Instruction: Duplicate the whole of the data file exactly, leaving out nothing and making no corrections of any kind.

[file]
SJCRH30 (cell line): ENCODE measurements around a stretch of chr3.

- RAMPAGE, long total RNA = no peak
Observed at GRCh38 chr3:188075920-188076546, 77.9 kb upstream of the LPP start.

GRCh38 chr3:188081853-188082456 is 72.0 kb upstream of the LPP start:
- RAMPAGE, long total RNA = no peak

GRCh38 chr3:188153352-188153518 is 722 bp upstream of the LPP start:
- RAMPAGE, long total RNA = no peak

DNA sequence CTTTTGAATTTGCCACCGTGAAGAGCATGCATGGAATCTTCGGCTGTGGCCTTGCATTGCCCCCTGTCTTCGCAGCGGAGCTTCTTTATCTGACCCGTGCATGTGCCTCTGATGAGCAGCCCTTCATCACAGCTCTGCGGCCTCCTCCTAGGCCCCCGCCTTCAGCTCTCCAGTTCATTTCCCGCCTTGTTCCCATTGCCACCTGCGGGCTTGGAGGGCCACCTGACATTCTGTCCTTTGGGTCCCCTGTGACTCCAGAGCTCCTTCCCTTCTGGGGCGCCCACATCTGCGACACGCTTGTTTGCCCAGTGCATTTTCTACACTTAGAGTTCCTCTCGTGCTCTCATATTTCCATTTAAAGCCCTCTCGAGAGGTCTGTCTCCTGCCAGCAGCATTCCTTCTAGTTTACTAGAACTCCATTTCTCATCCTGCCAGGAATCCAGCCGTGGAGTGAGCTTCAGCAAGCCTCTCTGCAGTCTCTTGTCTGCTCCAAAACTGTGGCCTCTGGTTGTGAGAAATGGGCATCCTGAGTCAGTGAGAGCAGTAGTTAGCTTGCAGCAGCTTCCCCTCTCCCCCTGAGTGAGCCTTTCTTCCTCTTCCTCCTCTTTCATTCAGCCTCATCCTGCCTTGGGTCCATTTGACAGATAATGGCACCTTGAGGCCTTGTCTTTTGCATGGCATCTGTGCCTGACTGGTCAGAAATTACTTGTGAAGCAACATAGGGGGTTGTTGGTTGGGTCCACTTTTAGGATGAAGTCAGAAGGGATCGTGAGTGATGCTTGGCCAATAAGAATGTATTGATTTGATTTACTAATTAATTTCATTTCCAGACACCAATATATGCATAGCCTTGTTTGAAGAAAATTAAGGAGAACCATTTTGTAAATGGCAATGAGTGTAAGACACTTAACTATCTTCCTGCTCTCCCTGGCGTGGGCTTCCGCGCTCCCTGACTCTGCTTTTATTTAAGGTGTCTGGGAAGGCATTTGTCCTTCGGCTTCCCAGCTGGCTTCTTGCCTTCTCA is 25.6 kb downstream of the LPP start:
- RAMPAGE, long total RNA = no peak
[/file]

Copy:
SJCRH30 (cell line): ENCODE measurements around a stretch of chr3.

- RAMPAGE, long total RNA = no peak
Observed at GRCh38 chr3:188075920-188076546, 77.9 kb upstream of the LPP start.

GRCh38 chr3:188081853-188082456 is 72.0 kb upstream of the LPP start:
- RAMPAGE, long total RNA = no peak

GRCh38 chr3:188153352-188153518 is 722 bp upstream of the LPP start:
- RAMPAGE, long total RNA = no peak

DNA sequence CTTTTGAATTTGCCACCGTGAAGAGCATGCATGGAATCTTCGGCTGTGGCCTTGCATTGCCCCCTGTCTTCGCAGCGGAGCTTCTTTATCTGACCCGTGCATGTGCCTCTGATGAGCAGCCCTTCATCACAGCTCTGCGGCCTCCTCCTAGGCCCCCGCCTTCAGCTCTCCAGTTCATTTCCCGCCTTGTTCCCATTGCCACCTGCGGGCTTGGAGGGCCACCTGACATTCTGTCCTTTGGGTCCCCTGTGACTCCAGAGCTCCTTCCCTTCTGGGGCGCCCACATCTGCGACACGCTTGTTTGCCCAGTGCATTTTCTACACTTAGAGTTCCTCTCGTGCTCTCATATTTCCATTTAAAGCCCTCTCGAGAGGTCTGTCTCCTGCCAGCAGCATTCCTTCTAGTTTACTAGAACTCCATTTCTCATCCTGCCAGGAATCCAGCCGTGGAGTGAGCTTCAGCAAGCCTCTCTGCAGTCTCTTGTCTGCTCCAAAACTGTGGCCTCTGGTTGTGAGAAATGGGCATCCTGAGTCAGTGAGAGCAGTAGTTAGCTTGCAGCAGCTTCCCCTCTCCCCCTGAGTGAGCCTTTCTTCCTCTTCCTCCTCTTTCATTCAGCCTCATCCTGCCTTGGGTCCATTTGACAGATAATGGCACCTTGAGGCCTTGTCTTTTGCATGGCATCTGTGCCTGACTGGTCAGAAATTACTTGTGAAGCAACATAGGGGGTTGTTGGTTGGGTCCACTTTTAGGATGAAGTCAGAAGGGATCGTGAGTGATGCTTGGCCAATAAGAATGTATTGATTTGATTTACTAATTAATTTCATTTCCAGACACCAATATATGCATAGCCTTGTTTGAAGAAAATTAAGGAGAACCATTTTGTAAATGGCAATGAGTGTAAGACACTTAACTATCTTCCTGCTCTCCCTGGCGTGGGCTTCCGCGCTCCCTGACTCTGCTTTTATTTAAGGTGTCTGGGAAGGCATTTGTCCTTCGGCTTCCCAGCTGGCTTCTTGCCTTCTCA is 25.6 kb downstream of the LPP start:
- RAMPAGE, long total RNA = no peak